Citadel Securities, the electronic-trading firm owned by hedge-fund billionaire Ken Griffin, has played a quiet but critical role in the frenzy of the last two weeks.
The firm—an affiliate of Mr. Griffin’s hedge fund, Citadel—executes orders placed by customers of Robinhood Markets Inc., TD Ameritrade and other online brokerages that have enjoyed surging volumes during the coronavirus pandemic.
Citadel Securities makes money by selling stocks or options for slightly more than it’s willing to buy them. The difference is often just a fraction of a penny per share. But repeated millions of times a day, it adds up to serious money.
Last year, net trading revenue at Citadel Securities was $6.7 billion, almost double the previous high in 2018, a person familiar with the matter said.
Among the forces propelling that growth was an influx of newbie traders, many stuck at home due to Covid-19 lockdowns. Lured by easy-to-use trading apps and an industry shift toward zero-commission trades, individual investors opened more than 10 million new brokerage accounts in 2020, JMP Securities estimates.
Meanwhile, a thriving subculture of day traders grew in corners of the internet like Reddit’s WallStreetBets forum, setting the stage for last week’s manic trading in GameStop, AMC Entertainment Holdings Inc. and several other popular stocks.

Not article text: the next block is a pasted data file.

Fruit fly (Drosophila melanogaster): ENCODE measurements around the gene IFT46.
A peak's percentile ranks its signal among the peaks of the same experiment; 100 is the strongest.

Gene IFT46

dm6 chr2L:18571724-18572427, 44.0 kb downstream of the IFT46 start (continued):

“This is the market that Ken Griffin and Citadel Securities have been waiting for,” said Christopher Nagy, a former TD Ameritrade executive who is now a director of Healthy Markets Association, an investor group. “The last time the environment was this good for retail market-makers was back in the dot-com bubble.”
The firm drew scrutiny last week when its majority owner, Mr. Griffin, participated in a $2.75 billion emergency cash infusion into Melvin Capital Management, a short seller that was facing steep losses due to the huge rally in GameStop’s stock.
Announced Monday, the deal meant Citadel, the hedge-fund firm, was propping up a fund that had bet against GameStop stock, while Citadel Securities had been profiting from the order flow of small investors placing bullish bets on GameStop.
Citadel Securities says it’s separately managed from the hedge-fund side of Mr. Griffin’s business. The firm also released data showing that during the past week, retail orders pouring into its systems for GameStop were roughly balanced between buyers and sellers, casting doubt on the popular narrative that small investors drove the stock to its record close of $347.51 on Wednesday.
The data showed that 29% of GameStop trading volume Monday through Thursday was handled by Citadel Securities, underlining its huge role in the market for stocks popular with individual investors. Overall, about 41% of U.S. retail stock-trading volume goes through Citadel Securities, while the next-biggest player in the business, Virtu Financial Inc., has a market…